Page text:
Businesses take risks with the hope of a positive outcome in the end. But sometimes, the venture backfires, and the organization encounters losses. Enterprise risk management (ERM) leverages resources to ensure the company maximizes profits and minimizes losses.
Typically, the ERM guides decision-making, ensuring the business takes well-calculated and planned risks that align with the organization’s goals, mission, vision, and objectives. Taking business risks requires a holistic approach. That means an ERM strategy that fosters growth should use a blend of internal controls, corporate governance, third-party providers, and risk management processes, essentially involving every business stakeholder.
Designing and implementing an ERM is a complex process requiring every stakeholder’s input, from the board of directors to the intern. As the practice continues to evolve, COSO establishes and updates companies on the emerging ERM guidelines to help them reach their maximum potential. You can use software, such as the GRC application, to automate and ease the process.
What is Enterprise Risk Management (ERM)?
Each department in your organization is probably already identifying and mitigating its risks in unique ways. Instead of piecemeal risk mitigation by individual departments, enterprise risk management examines risks from the perspective of the entire business. Thus, ERM is a strategic framework that helps organizations identify, assess, and prepare for potential risks that might interfere with their operations and hinder the accomplishment of goals, objectives, and vision.
An ERM program assumes the big picture of every organizational risk and helps develop strategies to turn the threat into reward, thereby averting potential losses. It enables the enterprise to undertake ventures within its risk appetite with reasonable assurance of positive outcomes. Effective ERM strategy requires harmonization and synchronization of all business entities, such that even the intern understands the risk action plan. Since the decisions from the top management might be at odds with the departmental assessment and hinder the implementation of business-wide risk strategy, organizations should have a dedicated ERM team to help streamline operations.
Why Do Businesses Need to Incorporate ERM?
Enterprise risk management is a practice that enhances your organization’s chance for success. First, the ERM program helps the business to identify opportunities, explore them and boost returns. And when it comes to risk appetite, the directors and managers can use the ERM approach to identify and prioritize risks—while developing strategies for overcoming the potential hurdles. Thus, when a threat materializes, the business operations do not stop. Instead, the risk action plan keeps the enterprise afloat.
ERM assumes a proactive approach that ensures the enterprise’s mission, vision, and objectives are realized regardless of the potential challenges and threats. The ERM strategy envisions a particular danger and develops a backup plan. For instance, what would the business do if a supplier of third-party components necessary for production was to stop operations? Halting production because a specific supplier has shut down will result in huge losses. Here, instead of waiting until the risk materializes to develop a solution, the ERM prepares for such eventualities beforehand.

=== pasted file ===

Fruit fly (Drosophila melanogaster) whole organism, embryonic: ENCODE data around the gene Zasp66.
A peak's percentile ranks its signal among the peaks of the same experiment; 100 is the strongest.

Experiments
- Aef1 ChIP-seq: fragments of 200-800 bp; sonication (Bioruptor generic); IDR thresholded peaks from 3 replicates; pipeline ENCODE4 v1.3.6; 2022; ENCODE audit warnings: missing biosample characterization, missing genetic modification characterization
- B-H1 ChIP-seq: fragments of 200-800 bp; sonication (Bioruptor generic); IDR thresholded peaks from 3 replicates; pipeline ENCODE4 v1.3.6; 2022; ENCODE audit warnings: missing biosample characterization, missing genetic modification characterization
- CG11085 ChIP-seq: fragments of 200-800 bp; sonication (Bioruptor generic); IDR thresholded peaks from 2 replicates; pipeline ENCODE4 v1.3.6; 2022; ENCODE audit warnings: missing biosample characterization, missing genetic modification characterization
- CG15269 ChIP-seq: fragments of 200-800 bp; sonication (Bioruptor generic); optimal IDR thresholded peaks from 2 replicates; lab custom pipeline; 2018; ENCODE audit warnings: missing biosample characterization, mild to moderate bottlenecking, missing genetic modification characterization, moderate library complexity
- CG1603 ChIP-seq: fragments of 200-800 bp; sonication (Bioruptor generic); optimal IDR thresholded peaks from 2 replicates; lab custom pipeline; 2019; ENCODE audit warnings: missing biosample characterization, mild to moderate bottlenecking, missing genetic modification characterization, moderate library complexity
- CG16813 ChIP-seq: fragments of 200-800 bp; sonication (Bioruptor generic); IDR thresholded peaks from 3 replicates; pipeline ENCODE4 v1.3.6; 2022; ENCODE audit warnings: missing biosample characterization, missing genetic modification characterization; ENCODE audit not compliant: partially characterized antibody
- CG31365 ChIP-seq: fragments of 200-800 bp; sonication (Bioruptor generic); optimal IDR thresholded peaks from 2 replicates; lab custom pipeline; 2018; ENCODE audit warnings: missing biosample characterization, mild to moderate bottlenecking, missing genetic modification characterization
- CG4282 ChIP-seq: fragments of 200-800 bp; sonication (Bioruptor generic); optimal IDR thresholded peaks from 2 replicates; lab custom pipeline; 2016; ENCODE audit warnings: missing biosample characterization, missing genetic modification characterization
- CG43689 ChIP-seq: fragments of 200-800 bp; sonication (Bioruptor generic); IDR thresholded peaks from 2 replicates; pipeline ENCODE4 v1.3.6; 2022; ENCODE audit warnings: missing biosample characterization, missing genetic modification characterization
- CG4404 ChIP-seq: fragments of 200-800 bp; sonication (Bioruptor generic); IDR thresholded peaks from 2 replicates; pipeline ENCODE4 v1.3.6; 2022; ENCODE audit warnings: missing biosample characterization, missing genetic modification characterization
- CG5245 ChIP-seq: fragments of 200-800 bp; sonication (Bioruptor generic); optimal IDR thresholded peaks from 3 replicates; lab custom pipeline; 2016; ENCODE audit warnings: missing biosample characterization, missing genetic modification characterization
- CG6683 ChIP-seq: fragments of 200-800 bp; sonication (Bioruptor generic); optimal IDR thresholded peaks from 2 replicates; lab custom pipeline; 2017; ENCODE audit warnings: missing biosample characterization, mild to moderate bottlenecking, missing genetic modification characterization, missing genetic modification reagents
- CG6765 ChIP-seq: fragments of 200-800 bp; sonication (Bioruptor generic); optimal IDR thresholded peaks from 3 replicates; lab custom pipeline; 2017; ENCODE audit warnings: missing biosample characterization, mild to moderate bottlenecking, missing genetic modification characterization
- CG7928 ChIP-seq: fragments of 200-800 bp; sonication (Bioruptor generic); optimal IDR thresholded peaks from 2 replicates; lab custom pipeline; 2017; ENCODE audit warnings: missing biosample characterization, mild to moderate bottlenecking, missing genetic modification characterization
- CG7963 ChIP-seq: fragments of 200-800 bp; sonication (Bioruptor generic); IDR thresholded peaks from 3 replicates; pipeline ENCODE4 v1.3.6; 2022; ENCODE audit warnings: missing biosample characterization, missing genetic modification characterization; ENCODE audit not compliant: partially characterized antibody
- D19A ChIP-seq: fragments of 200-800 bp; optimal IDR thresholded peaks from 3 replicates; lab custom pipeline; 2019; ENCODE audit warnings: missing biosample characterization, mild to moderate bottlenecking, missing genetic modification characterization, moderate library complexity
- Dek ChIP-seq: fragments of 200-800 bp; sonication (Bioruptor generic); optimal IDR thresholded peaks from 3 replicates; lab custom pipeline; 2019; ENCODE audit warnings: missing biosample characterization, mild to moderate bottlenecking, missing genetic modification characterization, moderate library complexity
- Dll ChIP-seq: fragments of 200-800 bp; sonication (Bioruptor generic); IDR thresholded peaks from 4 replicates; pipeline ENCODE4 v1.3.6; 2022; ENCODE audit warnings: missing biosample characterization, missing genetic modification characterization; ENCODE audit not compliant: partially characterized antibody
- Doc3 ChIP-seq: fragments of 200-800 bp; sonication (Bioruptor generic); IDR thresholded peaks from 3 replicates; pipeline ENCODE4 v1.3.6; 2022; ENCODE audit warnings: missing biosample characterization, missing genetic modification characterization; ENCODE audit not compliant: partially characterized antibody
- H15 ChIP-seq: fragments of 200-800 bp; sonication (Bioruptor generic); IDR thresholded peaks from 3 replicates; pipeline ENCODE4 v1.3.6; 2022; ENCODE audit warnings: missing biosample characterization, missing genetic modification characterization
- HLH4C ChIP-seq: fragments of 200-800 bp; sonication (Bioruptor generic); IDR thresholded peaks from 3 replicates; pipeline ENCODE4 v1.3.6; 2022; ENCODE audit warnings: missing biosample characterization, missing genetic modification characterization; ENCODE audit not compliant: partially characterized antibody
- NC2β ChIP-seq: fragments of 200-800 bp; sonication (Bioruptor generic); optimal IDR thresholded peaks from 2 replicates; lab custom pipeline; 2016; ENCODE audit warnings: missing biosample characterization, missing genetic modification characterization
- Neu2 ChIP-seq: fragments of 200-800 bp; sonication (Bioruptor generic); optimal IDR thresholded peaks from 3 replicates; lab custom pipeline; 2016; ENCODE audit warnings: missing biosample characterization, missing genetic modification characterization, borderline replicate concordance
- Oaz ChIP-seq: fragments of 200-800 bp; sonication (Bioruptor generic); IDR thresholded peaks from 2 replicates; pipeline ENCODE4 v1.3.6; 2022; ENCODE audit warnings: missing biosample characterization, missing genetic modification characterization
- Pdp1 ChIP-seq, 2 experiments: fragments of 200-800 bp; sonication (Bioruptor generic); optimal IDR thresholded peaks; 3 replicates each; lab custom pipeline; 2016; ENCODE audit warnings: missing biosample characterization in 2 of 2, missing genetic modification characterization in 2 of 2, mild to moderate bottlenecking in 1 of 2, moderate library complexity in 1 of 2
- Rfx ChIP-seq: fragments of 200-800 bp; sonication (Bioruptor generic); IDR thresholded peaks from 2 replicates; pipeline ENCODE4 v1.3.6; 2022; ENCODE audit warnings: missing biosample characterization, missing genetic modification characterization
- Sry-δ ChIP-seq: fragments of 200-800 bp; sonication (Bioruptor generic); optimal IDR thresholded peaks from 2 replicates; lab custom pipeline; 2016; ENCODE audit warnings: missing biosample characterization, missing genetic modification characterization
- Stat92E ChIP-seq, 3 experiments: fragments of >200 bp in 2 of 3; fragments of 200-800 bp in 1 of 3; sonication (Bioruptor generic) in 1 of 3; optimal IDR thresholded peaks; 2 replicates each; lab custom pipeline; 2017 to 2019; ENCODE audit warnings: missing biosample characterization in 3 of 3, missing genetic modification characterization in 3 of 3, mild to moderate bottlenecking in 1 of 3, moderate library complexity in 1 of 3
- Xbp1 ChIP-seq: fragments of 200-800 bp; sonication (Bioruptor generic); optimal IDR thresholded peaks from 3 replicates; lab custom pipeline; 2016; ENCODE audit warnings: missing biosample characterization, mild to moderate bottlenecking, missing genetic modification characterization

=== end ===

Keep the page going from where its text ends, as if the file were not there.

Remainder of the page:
Top management and directors can use ERM to oversee and manage risks at different levels to ensure they do not become pain points to the organization.
How to Get Started with Enterprise Risk Management
Implementation of enterprise risk management takes different shapes depending on the company’s risk preferences, objectives, and size. You can get started with the ERM program by:
1. Defining risk philosophy
Every business has a unique risk appetite. Start by detailing how you feel about risks and exploring the strategies for approaching hazards. The discussion should involve the management and examine the business’s risk profile. Be creative and imagine all the possible risks your business might encounter.
2. Developing risk action plans
After establishing the enterprise’s risk philosophy, create an action plan outlining the business’s steps to protect its assets and guarantee continuity. Define whether action is necessary for every risk or not.
3. Communicating priorities
While the ERM strategy should cover a broad scope of potential dangers and threats, it is necessary to stratify the risks depending on their possible impact on business operations. The dangers that threaten business continuity should be understood and communicated as critical; therefore, they should not be allowed to occur.
4. Assigning responsibilities
The action plan should detail the individuals responsible for executing particular tasks, including delegating roles if the designated person is unavailable. If the duties are clear, holding individuals accountable for risks in their specific areas is easy.
5. Leveraging technology
ERM is complex, but you can ease the procedure by adopting technology in your business operations. Different ERM digital platforms allow you to summarize and track the risks a company can encounter while gathering data on risk management performance. Use technology to implement internal controls and boost your chances of success.